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Idaho water usage expected to increase rapidly

Posted at 5:43 PM, Mar 29, 2016
and last updated 2016-03-29 20:30:31-04

BOISE - (March 29, 2016) - Looking ahead 50 years into the future, the population in the Treasure Valley is expected to grow from more than 600,000 people today to 1.57 million, a 252 percent increase, according to results of a water-demand projections analysis presented to the Idaho Water Resource Board. This means the demand for water supplies may grow by 245 percent to 357 percent above today’s current rates, Christian Petrich of SPF Water Engineering told the Water Board in Boise.

The projected growth would result in an increase in current water use from 110,000 acre-feet per year to a range of 270,000-390,000 acre-feet per year in the Treasure Valley. "The Treasure Valley is blessed with a much better water supply than most cities in the arid West," said Petrich who prepared the Treasure Valley Domestic Commercial Municipal Industrial (DCMI) Water-Demand Projections report. "But if our growth patterns continue, this is where we might end up."

Summer irrigation by domestic, commercial, municipal and industrial (DCMI) water users is one of the bigger uses of Treasure Valley water, Petrich said, showing on graphs how the water demands increase in the summer months, and then drop during the winter. He projected that DCMI irrigation demand would increase from 54,500 acre-feet per year today to somewhere between 122,000 and 167,000 acre-feet per year in the future.

This projection incorporates an estimated 10 percent increase in a long-term "precipitation deficit" resulting from higher evapo-transpiration rates due to warmer temperatures expected in the future. Indoor use of water by residential users is projected to increase from 55,700 acre-feet per year to 61,300 acre-feet per year which takes into consideration moderate levels of conservation in the home.

Petrich’s findings show that it will be important to increase water supplies for the growing Treasure Valley. New supplies could be achieved through a combination of measures such as improving water conservation, increasing ground water pumping, more diversions from the Boise River, recharging aquifers with Boise River flood flows, reusing treated water from sewage treatment plants, increasing storage in existing reservoirs, and possible cross-basin diversions from the Snake River.

The future demand study is part of an ongoing joint study being conducted by the Water Board and the U.S. Army Corps of Engineers to evaluate options for meeting current and future water needs in the

Treasure Valley and ways to reduce flood risk. Measures under consideration in the joint study include raising the level of Arrowrock Dam, managed aquifer recharge, upgraded irrigation headgates, replacement of push-up dams, bridge upgrades, and controlled flooding of pits/ponds, among other things.

“Are the cities doing enough to conserve water?” asked Water Board Chairman Roger Chase. Petrich replied that Suez, formerly United Water, meters customers and encourages conservation, while some cities in the Treasure Valley do not meter customers at the present time, meaning customers pay a flat fee for unlimited use.

In a related presentation, Sean Vincent, a ground water specialist for the Idaho Department of Water Resources, briefed the Water Board about a ground water modeling study for the Treasure Valley. The model is in the process of being updated to give decision-makers a better understanding of ground water use and recharge in the valley.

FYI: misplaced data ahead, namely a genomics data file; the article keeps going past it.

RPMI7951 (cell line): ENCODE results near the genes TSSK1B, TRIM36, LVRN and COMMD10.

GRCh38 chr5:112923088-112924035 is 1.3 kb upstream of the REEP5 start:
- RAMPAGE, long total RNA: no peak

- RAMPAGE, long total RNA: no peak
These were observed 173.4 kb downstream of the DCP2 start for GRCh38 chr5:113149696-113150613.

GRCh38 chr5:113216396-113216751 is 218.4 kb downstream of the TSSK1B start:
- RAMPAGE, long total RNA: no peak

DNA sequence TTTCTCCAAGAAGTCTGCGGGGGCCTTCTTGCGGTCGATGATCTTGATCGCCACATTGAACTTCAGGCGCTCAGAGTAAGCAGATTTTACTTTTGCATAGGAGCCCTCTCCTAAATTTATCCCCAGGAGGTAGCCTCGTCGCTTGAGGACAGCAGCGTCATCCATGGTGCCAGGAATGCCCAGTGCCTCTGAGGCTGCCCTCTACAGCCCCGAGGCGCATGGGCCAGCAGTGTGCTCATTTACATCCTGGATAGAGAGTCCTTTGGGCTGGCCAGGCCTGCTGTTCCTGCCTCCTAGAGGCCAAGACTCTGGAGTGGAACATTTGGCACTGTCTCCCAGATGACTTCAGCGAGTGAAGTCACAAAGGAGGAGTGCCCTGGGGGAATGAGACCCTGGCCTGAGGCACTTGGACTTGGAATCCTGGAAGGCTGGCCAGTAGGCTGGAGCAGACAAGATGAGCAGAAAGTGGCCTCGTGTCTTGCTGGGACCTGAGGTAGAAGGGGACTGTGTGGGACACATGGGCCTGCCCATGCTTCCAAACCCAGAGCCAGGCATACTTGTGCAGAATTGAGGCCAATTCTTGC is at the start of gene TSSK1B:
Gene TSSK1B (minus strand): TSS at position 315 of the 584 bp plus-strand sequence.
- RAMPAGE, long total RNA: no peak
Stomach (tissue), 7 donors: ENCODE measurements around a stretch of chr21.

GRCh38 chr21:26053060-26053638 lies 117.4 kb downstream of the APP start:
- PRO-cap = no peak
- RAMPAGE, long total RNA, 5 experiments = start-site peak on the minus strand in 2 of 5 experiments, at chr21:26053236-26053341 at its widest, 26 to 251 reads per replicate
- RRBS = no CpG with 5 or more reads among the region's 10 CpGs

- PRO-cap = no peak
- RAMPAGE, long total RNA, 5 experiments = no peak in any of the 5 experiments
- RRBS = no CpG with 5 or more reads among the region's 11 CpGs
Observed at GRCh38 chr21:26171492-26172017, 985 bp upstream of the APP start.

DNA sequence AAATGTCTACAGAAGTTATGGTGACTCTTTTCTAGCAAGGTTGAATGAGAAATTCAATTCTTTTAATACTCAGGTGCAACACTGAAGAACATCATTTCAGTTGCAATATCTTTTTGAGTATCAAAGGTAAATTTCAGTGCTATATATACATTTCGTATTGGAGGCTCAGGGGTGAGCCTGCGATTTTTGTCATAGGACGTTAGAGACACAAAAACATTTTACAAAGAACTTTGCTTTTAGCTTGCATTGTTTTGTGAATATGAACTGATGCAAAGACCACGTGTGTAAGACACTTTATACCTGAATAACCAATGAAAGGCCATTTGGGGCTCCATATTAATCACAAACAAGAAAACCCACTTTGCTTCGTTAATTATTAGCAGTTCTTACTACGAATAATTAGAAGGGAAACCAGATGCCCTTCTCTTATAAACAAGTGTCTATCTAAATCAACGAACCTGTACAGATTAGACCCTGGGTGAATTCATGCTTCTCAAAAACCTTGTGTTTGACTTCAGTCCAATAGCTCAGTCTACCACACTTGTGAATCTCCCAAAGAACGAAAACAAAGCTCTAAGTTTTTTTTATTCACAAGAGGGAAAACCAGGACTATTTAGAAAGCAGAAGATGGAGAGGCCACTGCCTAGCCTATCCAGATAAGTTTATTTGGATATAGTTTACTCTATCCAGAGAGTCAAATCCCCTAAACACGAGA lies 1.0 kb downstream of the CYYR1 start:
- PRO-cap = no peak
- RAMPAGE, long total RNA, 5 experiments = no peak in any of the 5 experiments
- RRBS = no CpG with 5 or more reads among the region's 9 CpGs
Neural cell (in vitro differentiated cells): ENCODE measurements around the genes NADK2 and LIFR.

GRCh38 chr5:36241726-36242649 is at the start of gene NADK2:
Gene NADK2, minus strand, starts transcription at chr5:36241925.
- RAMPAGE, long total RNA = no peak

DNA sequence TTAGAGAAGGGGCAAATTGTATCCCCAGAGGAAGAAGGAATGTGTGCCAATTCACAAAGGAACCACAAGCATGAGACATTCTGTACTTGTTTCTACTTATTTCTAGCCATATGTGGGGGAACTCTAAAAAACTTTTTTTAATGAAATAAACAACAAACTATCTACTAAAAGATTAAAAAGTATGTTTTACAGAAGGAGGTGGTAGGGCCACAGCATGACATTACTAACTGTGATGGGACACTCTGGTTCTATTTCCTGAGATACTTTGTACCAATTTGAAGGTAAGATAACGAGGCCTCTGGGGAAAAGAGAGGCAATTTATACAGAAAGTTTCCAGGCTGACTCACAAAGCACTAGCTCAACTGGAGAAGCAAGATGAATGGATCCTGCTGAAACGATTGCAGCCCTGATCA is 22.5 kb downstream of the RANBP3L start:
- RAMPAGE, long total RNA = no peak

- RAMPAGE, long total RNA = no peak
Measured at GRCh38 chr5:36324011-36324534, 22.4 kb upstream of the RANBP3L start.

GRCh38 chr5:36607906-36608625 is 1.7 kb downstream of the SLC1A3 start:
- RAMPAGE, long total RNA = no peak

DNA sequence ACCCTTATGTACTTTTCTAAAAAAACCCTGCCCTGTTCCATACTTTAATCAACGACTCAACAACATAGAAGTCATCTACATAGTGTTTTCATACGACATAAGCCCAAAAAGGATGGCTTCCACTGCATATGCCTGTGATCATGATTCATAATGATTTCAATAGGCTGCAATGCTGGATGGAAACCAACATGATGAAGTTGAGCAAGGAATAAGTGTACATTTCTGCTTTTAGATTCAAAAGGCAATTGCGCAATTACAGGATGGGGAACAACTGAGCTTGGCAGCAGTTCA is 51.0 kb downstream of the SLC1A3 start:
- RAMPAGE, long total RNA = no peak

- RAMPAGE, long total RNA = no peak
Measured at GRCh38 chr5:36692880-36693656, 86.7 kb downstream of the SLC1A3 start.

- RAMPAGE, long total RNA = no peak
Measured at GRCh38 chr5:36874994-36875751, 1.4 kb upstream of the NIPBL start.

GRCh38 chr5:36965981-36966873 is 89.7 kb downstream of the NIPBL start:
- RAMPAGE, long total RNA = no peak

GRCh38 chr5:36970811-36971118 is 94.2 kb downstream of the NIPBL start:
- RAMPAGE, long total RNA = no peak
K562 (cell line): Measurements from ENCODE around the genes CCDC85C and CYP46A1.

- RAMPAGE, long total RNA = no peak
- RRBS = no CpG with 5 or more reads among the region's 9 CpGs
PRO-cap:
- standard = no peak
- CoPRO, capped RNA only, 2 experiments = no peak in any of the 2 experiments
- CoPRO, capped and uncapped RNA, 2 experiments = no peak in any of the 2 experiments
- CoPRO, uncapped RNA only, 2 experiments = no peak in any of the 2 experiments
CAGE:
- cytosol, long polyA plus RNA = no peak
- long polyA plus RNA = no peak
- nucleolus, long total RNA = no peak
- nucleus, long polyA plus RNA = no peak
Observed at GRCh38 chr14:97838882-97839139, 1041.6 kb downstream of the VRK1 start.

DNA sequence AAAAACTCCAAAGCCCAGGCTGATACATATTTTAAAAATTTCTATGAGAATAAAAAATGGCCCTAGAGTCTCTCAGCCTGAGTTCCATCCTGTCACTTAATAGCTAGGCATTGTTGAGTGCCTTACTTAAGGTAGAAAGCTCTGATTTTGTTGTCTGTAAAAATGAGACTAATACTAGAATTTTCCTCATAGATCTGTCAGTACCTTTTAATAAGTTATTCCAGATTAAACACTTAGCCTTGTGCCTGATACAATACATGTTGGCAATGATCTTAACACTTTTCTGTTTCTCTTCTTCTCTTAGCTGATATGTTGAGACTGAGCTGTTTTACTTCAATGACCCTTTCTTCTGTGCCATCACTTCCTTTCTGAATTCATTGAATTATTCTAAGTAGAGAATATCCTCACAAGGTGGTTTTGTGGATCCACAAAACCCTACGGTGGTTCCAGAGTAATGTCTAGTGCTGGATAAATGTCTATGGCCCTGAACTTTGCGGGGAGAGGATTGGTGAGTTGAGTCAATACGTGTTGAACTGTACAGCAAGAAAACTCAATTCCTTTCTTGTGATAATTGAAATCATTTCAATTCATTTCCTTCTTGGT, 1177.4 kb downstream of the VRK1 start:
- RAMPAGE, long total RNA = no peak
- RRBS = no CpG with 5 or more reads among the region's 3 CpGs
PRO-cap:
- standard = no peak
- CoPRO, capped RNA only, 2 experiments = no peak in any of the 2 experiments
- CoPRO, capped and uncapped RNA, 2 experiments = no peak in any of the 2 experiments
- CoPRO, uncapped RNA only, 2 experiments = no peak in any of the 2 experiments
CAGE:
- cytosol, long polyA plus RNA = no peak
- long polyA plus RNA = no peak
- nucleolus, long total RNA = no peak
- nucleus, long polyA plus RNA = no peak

Overall, ground water aquifers "are very complex" in the Treasure Valley, Vincent said. "Recharge mechanisms to the deeper aquifers are poorly understood. We'd like to fill the data gaps," he said.

"We want to get ahead of the game with these aquifer models," said Jeff Raybould, Water Board member and Rexburg-area farmer. "It will be a good planning tool moving forward."

In other action, the Water Board:

* Heard a status report on the conceptual design of a pipeline to deliver water from the Snake River to the Mountain Home Air Force Base. Knowing that ground water supplies are limited and constrained in the Mountain Home area, the Water Resource Board secured a water right from the Simplot Company in 2014 to provide a sustainable supply of water to the Air Force base. The project will include a pump station from the C.J Strike Reservoir, a pipeline conveying water to the base, and a treatment plant to provide treated water for domestic, municipal, commercial and industrial uses.

Costs for the project alternatives range from $29.6 million to $22.4 million. The Water Resource Board will move forward with project development and financing based on the information generated the report, officials said. The Mountain Home AFB is a recognized economic driver in the state, and the Water Board has committed resources to protect this asset and complete the project by 2021

* Heard from water users in the Weiser River Basin about projects that would improve their ability to manage water within the basin, particularly in years with limited water supplies. The projects included improvements and automation of outlet gates at the Lost Valley and Crane Creek Reservoirs which serve a large number of water users. Water Board members encouraged the group to develop a proposal for board consideration.Weiser River Basin about projects that would improve their ability to manage water within the basin, particularly in years with limited water supplies. The projects included improvements and automation of outlet gates at the Lost Valley and Crane Creek Reservoirs which serve a large number of water users. Water Board members encouraged the group to develop a proposal for board consideration.